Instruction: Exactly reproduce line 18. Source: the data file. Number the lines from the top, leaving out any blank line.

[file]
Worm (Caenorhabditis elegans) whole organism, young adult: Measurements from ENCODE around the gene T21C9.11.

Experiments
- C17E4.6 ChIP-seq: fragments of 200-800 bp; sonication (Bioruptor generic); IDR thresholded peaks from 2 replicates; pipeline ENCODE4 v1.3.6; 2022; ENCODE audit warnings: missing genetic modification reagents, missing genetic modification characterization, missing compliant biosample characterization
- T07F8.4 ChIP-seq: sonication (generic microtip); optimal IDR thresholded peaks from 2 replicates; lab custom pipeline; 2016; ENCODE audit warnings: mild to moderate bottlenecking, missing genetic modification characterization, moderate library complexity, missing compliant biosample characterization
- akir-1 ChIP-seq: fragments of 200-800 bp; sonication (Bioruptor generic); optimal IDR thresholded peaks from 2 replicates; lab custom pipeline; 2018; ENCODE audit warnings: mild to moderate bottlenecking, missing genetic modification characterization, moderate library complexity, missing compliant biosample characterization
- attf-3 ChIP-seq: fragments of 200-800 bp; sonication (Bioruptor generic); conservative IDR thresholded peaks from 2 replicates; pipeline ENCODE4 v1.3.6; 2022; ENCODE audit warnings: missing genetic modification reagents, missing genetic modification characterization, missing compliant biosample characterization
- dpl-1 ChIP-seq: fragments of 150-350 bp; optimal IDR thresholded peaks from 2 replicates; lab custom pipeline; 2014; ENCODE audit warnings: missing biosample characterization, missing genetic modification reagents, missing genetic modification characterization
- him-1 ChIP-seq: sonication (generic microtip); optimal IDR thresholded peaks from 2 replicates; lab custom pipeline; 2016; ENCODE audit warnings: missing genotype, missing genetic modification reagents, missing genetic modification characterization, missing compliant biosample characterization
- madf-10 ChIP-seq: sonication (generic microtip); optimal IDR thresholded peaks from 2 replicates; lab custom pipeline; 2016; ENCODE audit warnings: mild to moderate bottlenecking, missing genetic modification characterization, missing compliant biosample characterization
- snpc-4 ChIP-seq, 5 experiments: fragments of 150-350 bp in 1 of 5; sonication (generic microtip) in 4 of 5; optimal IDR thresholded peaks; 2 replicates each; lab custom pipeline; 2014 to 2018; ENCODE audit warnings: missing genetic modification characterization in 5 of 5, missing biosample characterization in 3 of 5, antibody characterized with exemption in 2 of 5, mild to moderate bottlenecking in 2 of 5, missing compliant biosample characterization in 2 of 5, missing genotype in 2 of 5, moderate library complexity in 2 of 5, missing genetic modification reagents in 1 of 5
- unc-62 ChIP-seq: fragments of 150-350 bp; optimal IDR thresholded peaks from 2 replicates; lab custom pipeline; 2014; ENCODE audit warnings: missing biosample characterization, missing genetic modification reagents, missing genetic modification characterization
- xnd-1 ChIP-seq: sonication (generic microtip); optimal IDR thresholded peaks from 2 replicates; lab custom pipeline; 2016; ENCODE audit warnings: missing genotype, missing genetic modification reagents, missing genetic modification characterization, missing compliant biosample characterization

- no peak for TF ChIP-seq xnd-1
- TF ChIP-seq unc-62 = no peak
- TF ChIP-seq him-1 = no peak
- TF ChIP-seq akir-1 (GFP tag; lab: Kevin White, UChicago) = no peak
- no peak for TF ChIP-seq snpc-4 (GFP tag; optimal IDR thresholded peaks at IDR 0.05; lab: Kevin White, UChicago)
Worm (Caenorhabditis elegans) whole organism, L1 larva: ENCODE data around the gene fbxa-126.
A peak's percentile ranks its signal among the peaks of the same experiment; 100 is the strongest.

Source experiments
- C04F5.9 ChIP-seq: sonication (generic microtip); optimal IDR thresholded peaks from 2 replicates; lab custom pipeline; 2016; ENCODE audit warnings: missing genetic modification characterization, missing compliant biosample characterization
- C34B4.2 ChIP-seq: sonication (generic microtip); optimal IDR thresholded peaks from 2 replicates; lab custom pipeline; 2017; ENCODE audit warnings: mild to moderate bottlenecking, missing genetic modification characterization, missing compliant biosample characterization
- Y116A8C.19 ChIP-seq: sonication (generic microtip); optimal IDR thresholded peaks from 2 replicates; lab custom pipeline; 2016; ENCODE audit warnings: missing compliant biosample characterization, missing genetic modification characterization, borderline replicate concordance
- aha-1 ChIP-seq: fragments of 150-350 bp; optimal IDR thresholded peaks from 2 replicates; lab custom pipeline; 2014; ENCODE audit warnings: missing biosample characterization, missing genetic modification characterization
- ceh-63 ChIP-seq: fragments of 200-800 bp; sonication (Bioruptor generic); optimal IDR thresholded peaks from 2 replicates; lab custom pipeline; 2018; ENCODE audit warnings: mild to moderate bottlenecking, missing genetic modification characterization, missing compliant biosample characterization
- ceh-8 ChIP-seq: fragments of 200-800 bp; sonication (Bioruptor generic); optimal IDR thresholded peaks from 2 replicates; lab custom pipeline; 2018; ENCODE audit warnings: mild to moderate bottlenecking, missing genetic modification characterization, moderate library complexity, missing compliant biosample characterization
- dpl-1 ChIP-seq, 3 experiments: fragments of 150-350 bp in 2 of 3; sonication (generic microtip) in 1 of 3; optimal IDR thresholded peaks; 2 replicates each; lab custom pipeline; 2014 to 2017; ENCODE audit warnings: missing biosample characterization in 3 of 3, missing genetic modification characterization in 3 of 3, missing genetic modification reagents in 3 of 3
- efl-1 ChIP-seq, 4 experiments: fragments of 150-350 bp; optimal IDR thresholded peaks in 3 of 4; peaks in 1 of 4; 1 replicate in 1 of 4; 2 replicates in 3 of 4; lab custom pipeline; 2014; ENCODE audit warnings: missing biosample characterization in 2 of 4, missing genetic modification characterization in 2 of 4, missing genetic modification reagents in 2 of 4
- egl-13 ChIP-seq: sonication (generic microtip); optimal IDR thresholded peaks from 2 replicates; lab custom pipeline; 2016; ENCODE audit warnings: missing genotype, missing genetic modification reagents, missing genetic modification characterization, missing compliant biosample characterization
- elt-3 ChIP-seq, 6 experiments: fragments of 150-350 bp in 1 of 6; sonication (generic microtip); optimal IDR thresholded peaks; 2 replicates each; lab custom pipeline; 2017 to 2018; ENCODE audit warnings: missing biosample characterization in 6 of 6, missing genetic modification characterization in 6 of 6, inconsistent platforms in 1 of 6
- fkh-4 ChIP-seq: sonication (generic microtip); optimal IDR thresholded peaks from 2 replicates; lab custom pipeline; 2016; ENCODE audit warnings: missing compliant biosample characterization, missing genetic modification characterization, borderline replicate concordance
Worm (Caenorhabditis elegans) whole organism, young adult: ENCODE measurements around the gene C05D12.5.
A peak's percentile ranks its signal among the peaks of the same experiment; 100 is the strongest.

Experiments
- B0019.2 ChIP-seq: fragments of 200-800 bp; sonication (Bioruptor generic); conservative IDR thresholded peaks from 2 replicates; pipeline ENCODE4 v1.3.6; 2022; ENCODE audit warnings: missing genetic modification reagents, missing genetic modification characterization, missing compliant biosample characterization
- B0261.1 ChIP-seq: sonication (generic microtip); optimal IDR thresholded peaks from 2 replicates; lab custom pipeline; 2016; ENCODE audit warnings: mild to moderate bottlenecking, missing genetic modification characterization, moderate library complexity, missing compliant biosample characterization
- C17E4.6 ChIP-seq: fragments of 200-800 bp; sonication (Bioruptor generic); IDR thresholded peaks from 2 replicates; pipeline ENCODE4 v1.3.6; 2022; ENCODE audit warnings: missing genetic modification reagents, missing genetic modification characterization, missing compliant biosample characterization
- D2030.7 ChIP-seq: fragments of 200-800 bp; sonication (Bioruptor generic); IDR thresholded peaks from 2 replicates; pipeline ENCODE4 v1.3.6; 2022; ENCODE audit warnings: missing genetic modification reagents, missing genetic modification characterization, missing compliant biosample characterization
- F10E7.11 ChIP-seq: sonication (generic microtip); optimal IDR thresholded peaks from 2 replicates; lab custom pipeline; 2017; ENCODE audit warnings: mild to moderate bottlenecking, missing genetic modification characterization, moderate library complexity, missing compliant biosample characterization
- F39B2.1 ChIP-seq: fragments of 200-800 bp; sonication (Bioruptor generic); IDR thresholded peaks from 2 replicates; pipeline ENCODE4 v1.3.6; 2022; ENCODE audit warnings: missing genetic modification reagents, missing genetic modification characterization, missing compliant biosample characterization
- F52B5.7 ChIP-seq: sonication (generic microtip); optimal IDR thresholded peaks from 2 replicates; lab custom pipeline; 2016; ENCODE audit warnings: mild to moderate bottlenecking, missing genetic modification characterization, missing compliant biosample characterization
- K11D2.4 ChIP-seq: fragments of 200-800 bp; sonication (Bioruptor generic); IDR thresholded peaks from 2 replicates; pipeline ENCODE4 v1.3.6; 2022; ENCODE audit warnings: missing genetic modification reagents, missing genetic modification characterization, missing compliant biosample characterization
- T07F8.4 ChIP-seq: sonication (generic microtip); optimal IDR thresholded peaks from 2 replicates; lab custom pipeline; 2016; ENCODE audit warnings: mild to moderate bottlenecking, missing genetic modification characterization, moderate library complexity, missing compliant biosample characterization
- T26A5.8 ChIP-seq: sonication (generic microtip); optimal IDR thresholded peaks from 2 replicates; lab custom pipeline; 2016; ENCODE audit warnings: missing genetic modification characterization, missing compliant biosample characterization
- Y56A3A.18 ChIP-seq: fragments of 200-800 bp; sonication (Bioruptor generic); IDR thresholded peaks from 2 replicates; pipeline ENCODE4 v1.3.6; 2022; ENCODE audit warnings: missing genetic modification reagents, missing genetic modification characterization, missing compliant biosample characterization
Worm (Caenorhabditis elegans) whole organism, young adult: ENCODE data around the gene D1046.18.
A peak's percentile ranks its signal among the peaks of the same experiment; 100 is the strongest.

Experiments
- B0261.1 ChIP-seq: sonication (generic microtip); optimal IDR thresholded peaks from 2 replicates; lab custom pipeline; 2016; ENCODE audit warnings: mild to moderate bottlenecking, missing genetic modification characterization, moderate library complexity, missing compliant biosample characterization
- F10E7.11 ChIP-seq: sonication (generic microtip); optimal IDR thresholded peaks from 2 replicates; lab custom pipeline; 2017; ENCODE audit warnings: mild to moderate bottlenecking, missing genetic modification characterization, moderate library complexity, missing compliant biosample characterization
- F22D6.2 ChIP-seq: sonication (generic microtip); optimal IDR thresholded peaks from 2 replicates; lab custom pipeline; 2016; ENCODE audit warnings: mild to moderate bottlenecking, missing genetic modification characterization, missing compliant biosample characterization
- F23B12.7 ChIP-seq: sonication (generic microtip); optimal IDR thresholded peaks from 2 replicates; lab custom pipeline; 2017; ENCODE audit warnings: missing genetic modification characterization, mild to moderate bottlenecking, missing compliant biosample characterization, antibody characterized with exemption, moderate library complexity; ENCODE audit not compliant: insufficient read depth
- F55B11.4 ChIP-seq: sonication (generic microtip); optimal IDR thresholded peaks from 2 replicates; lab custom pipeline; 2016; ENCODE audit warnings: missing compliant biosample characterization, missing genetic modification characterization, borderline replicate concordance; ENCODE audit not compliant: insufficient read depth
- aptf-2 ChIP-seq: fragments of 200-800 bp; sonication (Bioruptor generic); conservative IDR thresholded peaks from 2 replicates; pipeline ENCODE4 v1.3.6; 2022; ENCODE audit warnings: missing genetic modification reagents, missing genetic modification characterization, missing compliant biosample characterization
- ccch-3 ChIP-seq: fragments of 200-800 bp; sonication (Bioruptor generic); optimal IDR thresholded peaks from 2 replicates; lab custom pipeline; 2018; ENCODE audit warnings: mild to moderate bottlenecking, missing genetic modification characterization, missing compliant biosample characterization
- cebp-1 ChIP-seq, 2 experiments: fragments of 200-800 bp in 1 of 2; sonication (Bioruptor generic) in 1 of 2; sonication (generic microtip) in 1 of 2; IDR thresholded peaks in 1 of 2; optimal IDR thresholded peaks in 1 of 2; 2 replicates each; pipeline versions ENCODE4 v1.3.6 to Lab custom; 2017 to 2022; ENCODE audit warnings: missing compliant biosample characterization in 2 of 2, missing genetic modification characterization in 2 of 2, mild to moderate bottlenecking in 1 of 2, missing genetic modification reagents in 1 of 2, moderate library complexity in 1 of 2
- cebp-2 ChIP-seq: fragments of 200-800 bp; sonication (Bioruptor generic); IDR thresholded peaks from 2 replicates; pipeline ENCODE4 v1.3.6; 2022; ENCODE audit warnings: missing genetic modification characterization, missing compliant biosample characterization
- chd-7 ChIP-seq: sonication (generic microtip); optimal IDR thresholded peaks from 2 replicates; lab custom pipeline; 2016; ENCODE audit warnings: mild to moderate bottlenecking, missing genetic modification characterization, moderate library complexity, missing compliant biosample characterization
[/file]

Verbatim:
Worm (Caenorhabditis elegans) whole organism, L1 larva: ENCODE data around the gene fbxa-126.